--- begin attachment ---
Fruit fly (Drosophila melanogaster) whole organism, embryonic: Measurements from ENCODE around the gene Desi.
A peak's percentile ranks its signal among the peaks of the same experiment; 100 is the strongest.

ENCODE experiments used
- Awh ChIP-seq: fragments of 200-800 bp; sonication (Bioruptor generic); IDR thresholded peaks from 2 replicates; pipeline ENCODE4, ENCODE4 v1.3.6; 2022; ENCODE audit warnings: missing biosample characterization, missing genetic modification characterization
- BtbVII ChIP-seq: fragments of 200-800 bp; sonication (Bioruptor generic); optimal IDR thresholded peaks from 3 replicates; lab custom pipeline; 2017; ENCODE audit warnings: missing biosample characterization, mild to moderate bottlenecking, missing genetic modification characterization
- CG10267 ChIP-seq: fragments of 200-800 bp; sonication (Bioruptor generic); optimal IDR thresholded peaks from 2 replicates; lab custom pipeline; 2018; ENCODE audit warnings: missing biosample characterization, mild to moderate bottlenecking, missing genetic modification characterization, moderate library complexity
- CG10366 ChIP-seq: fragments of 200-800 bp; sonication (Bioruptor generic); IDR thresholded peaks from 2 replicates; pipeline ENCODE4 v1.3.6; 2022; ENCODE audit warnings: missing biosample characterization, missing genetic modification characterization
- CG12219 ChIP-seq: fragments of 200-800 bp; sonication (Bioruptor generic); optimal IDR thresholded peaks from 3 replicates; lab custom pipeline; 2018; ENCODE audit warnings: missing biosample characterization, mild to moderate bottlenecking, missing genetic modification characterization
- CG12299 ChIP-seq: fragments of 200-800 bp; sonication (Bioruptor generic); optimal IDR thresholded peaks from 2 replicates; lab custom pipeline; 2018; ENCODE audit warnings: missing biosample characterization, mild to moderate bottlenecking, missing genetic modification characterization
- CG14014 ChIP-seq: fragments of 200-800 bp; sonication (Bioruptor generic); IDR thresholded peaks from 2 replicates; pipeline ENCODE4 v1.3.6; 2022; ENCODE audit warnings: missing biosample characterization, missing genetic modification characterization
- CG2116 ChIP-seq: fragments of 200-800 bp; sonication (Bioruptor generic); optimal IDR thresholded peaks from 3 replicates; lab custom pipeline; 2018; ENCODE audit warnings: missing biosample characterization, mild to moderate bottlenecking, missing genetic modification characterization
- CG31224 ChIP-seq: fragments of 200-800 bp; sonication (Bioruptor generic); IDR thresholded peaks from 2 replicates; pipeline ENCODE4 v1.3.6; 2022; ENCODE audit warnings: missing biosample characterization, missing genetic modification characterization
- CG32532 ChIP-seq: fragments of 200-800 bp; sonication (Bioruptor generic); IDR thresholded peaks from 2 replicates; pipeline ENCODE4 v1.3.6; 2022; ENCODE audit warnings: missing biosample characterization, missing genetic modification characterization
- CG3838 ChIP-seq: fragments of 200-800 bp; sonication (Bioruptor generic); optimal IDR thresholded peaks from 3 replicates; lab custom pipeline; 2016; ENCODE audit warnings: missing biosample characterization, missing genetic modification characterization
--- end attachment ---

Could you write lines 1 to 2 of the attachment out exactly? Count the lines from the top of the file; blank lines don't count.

Fruit fly (Drosophila melanogaster) whole organism, embryonic: Measurements from ENCODE around the gene Desi.
A peak's percentile ranks its signal among the peaks of the same experiment; 100 is the strongest.